Brazilian Pentecostals are establishing new transnational Christian connections in Africa. Focusing on Mozambique, this paper examines the specific logic of cultural mixing that is emerging in the South-South contact of African and Brazilian Pentecostals. This South-South connection is based on a particular framing of the transatlantic history in Afro-Brazilian concepts of evil, such as macumba and feitiçaria. The South-South transnational features of Afro-Brazilian Pentecostalism enhance a need to spiritually scrutinize, combat and transcend aspects of ‘African culture’ in the reproductive sphere of marriage, sexuality, family, money and work. Upwardly mobile Mozambican women, who are conquering new cultural positions, are finding this South-South transnational Pentecostal space attractive. Afro-Brazilian Pentecostalism and upwardly mobile women find and reinforce each other in their capacities to challenge and move frontiers in the national sphere around reproductive issues. However, the powerful atmosphere of conquest that South-South Pentecostalism consequently creates has to be carefully manoeuvred by the women to not let their accusations of feitiçaria rise against themselves.
E.g. Afe Adogame‘A Home Away from Home: The Proliferation of Celestial Church of Christ in Diaspora Europe’Exchange27/2 (1998) 141-160; Clara Mafra Na Posse da Palavra: Religião Conversão e Liberdade Pessoal em Dois Contextos Nacionais Lisbon: Imprensa de Ciências Sociais/Instituto de Ciências Sociais Universidade de Lisboa 2002; Peggy Levitt God Needs No Passport: Immigrants and the Changing American Religious Landscape New York: The New Press 2007; Gerrie ter Haar Halfway to Paradise. African Christians in Europe Cardiff: Cardiff Academic Press 1998; Rijk van Dijk ‘Negotiating Marriage: Questions of Morality and Legitimacy in the Ghanaian Pentecostal Diaspora’ Journal of Religion in Africa 34/4 (2004) 438-467.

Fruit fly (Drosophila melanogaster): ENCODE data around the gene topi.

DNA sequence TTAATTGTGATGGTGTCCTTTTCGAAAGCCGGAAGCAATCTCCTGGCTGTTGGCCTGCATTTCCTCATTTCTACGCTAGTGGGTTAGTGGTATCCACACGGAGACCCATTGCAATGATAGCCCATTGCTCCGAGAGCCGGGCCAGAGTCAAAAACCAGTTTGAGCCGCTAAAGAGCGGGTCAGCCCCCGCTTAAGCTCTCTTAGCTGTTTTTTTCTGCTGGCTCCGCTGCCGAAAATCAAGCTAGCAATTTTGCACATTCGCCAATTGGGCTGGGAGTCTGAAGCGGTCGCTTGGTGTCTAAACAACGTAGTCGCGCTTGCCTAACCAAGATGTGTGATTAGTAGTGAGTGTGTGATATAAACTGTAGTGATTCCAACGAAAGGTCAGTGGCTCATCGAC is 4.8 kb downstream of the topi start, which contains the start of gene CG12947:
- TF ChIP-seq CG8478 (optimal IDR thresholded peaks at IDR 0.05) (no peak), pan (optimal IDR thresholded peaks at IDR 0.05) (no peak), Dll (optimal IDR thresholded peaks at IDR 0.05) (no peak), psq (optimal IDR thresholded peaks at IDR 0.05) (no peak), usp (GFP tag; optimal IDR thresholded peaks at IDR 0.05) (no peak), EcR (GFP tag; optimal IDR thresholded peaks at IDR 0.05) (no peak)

See also Sasha Newell‘Pentecostal Witchcraft: Neoliberal Possession and Demonic Discourse in Ivoirian Pentecostal Churches’Journal of Religion in Africa37/4 (2007) 461-490; Daniel Jordan Smith ‘ ‘The Arrow of God’: Pentecostalism Inequality and the Supernatural in South-Eastern Nigeria’ Africa 71/4 (2001) 587-613.